Going on holiday gives us the opportunity to relax, to be with family, friends and acquaintances, to be together and share new experiences. But holidaying at home and abroad, or staying in a strange place, can be stressful (even when you have good hearing). With hearing loss, it can be even more challenging.
Here are a few things that can happen:
- Mishearing announcements on busy train stations and in airports
- Asking directions from strangers
- Missing vital information announced by the tour guide
- Trying to lipread a foreign language – even when you know the language well
- Trying to communicate in a busy, noisy restaurant or venues
- Taking your hearing aids or cochlear implants out to swim and realising that you cannot hear when the attendant tells you to leave the pool
- Going on an expensive guided tour and not understanding a word.
However, a little forethought can make things easier.
|Making your booking||Hearing aids and equipment||At the hotel||When you are out and about|
|Make your holiday booking online if possible as all confirmation will be in writing.||Have your hearing aids/cochlear implant checked by the audiology department before you leave on holiday.||Remind hotel staff that you will not:
|Carry a small notebook and pen so that directions from strangers can be written for you or use a memo pad that offers an environmentally friendly alternative.|
|Ask for everything to be confirmed in writing – price, dates, bookings and travel arrangements.||Take any equipment you need with you e.g. vibrating alarm clock, door beacon, portable telephone amplifier, television listening device and smoke alarm. Take an adapter.||Restaurants are often quieter if you go for a very early, or a very late, lunch.||Learn the phrase ‘I am deaf’ in the language of the country you are visiting or have it written on a card, and translater a few communication tactics into the language of the country as well.|
|Make sure you know your travel arrangements clearly in advance – timetable, changes of train or plane, locations of airports, stations and coach pick-up points.||Pack spare hearing aid batteries.||Wear a badge to alert others to your communication and hearing needs, such as the ‘I’m a lipreader’ badge or ‘I have hearing loss and I lipread’ badge.||Download useful apps such as the LiveTranscribe speech to text app for use at the airport or if you are holidaying in the UK.|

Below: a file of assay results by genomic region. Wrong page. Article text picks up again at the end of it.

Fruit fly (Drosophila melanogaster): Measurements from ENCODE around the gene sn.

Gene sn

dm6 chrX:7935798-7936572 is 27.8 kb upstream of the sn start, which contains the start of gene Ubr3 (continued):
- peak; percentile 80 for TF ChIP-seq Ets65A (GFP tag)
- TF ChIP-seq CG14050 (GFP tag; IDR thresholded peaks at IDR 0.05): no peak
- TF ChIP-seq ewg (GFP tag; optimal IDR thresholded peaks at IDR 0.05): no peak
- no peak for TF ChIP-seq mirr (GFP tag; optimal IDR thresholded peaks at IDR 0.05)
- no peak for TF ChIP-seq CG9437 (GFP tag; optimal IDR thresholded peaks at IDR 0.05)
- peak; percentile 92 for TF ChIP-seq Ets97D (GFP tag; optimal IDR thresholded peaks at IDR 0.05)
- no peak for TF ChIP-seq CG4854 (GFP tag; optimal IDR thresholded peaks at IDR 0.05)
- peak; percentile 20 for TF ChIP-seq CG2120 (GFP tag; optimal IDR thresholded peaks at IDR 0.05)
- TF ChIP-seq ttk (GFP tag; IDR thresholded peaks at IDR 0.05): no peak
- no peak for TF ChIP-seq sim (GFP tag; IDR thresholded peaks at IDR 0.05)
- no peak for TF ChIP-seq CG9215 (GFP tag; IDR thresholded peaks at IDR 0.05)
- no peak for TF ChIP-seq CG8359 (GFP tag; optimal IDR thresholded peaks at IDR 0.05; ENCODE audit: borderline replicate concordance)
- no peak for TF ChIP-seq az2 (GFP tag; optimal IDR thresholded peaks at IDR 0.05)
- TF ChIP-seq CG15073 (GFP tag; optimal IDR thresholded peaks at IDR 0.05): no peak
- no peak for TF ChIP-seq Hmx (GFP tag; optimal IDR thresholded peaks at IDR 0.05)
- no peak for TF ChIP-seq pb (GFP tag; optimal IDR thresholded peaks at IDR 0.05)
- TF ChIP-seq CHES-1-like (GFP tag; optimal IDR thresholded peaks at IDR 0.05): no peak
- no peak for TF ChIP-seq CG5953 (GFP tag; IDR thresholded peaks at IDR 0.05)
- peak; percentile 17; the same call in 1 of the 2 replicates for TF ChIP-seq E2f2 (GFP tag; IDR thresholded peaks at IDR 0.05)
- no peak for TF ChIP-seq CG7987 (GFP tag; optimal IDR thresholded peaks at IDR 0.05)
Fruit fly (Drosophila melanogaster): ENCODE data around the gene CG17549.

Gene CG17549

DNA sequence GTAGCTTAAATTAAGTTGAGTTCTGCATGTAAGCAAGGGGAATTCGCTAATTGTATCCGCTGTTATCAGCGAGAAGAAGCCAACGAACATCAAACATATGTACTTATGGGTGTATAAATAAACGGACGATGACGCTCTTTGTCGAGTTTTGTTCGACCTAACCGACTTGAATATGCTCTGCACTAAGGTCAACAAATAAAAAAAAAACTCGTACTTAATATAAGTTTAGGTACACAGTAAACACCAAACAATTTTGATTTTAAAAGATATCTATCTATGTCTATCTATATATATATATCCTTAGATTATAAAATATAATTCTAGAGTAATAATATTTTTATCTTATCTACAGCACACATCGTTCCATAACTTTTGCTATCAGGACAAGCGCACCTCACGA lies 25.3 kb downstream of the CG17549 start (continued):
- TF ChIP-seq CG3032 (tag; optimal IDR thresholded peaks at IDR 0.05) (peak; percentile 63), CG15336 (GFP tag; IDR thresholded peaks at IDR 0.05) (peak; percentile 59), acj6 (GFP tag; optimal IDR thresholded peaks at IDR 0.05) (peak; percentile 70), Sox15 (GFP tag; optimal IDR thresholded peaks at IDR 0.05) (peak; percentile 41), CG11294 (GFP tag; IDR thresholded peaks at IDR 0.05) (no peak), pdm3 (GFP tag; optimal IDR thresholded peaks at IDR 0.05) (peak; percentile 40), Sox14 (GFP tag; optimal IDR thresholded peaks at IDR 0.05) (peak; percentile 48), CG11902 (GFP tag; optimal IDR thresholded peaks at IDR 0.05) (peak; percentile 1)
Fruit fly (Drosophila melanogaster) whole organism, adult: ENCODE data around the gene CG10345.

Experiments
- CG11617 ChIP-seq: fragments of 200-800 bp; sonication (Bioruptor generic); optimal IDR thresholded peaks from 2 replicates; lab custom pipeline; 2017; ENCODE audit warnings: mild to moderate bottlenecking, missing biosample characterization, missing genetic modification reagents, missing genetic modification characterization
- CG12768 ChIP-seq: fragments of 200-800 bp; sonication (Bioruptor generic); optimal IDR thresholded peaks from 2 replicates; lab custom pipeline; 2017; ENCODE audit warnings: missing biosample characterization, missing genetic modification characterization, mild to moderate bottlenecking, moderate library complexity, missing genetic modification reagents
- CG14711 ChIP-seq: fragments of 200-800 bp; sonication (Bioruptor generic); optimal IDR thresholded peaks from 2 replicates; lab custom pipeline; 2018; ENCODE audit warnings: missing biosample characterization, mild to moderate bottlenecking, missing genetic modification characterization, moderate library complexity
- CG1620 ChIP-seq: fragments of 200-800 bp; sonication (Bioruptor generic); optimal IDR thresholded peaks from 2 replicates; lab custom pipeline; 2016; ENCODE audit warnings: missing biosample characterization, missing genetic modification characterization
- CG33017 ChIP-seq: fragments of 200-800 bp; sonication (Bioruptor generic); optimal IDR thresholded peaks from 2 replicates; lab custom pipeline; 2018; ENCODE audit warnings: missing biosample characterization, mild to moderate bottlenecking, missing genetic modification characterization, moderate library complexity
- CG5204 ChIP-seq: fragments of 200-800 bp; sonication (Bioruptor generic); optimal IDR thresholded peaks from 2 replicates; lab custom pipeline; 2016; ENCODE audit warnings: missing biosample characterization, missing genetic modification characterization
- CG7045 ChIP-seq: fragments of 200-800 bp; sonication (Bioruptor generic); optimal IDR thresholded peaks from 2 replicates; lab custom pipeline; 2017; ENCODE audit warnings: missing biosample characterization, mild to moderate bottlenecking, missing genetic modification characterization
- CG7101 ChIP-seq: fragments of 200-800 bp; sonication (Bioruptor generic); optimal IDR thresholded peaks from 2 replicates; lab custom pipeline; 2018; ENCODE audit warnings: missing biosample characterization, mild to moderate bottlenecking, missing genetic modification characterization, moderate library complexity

|Find out if the hotel has any provision for hard of hearing and deaf people before you book with them e.g. visible or tactile smoke alarm, subtitled television.||Carry a simple hearing aid care products such as earmould puffer, tubing, vent cleaner, wet wipes, or drying box (if you use one).||Don’t be afraid to ask professionals, such as tour guides, for help if you need it.||Take maps – it is difficult to hear people’s instructions but if you have a map they can show you the way.|
|Self-catering can provide you with privacy and less background noise for meal times.||Check with your mobile phone provider that you will be able to send text messages from your mobile telephone from abroad (roaming enabled).||Invest in a good guide book – that way you will not have to rely on other people telling you things – or take maps and information on your smart-phone or tablet.|